Flavouring beer is the sole major commercial use of hops. The flower of the hop bine is used as a flavouring and preservative agent in nearly all beer made today. The flowers themselves are often called "hops". Hop cone in a Hallertau, Germany, hop yard Hops were used by monastery breweries, such as Corvey in Westphalia, Germany, from 822 AD, though the date normally given for widespread cultivation of hops for use in beer is the thirteenth century. Before the thirteenth century, and until the sixteenth century, during which hops took over as the dominant flavouring, beer was flavoured with other plants; for instance, Glechoma hederacea. Combinations of various aromatic herbs, berries, and even ingredients like wormwood would be combined into a mixture known asgruit and used as hops are now used. Some beers today, such as Fraoch' by the Scottish Heather Ales company and Cervoise Lancelot by the French Brasserie-Lancelot company, use plants other than hops for flavouring.
Hops contain several characteristics that brewers desire in beer. They contribute a bitterness that balances the sweetness of the malt; the bitterness of beers is measured on the International Bitterness Units scale. Hops contribute floral, citrus, and herbal aromas and flavours to beer. They also have an antibiotic effect that favours the activity of brewer's yeast over less desirable microorganisms, and hops aids in "head retention", the length of time that a foamy head created by carbonation will last. The acidity of hops is a preservative.
Yeast is the microorganism that is responsible for fermentation in beer. Yeast metabolises the sugars extracted from grains, which produces alcohol and carbon dioxide, and thereby turns wort into beer. In addition to fermenting the beer, yeast influences the character and flavour. The dominant types of yeast used to make beer are ale yeast (Saccharomyces cerevisiae) and lager yeast (Saccharomyces uvarum); their use distinguishes ale and lager. Brettanomyces ferments lambics, and Torulaspora delbrueckiiferments Bavarian weissbier. Before the role of yeast in fermentation was understood, fermentation involved wild or airborne yeasts. A few styles such as lambics rely on this method today, but most modern fermentation adds pure yeast cultures.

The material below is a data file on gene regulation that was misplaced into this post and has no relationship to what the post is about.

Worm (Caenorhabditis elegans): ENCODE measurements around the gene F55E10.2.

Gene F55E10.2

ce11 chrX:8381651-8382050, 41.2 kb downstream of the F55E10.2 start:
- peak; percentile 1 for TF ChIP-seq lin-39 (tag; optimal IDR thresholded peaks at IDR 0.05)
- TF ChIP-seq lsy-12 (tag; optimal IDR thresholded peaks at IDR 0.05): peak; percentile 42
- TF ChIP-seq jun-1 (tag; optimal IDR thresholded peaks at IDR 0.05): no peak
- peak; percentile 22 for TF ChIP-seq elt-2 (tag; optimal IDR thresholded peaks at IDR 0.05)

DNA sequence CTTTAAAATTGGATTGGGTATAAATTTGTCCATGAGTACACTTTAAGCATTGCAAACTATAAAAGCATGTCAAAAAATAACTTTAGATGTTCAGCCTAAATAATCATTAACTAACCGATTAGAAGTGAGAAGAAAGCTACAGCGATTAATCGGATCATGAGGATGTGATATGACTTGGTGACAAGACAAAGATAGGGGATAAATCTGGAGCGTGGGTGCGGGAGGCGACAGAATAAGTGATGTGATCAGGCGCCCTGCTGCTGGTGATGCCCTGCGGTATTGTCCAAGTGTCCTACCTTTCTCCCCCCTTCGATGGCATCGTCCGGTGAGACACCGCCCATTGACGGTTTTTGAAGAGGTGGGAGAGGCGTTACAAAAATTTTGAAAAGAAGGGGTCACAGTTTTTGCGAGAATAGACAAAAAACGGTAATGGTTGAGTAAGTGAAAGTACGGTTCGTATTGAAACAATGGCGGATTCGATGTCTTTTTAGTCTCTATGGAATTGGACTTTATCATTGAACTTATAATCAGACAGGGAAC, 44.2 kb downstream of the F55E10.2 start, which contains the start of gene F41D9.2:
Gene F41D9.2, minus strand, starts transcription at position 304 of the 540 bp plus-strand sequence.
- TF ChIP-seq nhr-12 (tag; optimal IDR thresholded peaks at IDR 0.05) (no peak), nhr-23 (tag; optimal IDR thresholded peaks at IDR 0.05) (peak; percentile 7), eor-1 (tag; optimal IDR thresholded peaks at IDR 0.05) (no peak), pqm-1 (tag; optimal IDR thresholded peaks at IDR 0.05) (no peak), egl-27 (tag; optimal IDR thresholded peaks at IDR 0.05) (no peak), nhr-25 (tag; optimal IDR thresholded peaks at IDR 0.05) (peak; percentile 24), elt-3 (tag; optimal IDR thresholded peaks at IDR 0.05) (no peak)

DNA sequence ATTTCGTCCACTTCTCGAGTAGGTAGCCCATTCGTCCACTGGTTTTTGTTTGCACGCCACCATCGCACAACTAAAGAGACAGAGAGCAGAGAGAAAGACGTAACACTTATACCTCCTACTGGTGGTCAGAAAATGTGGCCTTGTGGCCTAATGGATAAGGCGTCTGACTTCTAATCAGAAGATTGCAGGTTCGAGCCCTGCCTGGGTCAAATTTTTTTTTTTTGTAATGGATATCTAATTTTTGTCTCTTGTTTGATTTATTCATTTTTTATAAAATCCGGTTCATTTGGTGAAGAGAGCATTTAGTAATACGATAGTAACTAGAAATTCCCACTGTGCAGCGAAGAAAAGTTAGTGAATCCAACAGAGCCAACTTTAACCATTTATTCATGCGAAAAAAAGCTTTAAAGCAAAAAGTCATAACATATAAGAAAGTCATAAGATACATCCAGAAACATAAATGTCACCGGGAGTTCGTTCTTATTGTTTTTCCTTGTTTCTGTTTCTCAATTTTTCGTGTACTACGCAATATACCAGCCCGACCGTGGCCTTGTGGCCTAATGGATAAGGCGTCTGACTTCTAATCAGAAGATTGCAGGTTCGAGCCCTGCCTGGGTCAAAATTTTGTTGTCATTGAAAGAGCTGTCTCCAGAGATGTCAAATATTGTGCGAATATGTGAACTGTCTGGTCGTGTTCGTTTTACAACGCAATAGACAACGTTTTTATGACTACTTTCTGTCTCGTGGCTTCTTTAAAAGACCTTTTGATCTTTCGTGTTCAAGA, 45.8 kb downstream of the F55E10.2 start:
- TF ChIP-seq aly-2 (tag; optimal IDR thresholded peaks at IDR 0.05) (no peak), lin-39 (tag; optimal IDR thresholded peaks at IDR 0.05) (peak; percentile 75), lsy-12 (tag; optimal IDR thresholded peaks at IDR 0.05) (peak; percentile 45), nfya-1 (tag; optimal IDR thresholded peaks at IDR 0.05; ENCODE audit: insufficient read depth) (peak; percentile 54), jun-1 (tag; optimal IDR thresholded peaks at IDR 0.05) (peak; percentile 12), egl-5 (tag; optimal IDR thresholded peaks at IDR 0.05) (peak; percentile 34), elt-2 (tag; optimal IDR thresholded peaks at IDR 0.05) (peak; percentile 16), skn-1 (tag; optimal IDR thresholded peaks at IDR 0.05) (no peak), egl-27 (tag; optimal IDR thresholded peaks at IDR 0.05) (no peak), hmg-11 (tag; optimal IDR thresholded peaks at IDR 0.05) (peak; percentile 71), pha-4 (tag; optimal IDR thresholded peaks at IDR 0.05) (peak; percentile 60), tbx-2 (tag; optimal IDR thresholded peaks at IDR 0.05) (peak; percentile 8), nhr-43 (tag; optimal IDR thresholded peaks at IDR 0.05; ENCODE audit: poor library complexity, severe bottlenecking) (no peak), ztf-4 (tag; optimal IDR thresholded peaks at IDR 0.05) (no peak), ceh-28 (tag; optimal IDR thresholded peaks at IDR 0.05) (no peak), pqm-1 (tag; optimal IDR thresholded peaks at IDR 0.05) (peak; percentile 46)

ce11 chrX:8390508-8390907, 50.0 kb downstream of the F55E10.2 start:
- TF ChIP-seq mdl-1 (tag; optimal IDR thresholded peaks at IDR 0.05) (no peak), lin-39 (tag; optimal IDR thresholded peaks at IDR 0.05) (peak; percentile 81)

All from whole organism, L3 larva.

Some brewers add one or more clarifying agents to beer, which typically precipitate (collect as a solid) out of the beer along with protein solids and are found only in trace amounts in the finished product. This process makes the beer appear bright and clean, rather than the cloudy appearance of ethnic and older styles of beer such as wheat beers.
Examples of clarifying agents include isinglass, obtained from swimbladders of fish; Irish moss, a seaweed; kappa carrageenan, from the seaweed Kappaphycus cottonii; Polyclar (artificial); and gelatin. If a beer is marked "suitable for Vegans", it was generally clarified either with seaweed or with artificial agents, although the Fast Cask method invented by Marston's in 2009 may provide another method.
The Brewing Process
All beers are brewed using a process based on a simple formula. Key to the process is malted grain— mainly barley, though other cereals, such as wheat or rice, may be added. Malt is made by allowing a grain to germinate, after which it is then dried in a kiln and sometimes roasted. The germination process creates a number of enzymes, notably α-amylase and β-amylase, which convert the starch in the grain into sugar. Depending on the amount of roasting, the malt will take on a dark colour and strongly influence the colour and flavour of the beer. The malt is crushed to break apart the grain kernels, expose the cotyledon which contains the majority of the carbohydrates and sugars, increase their surface area, and separate the smaller pieces from the husks.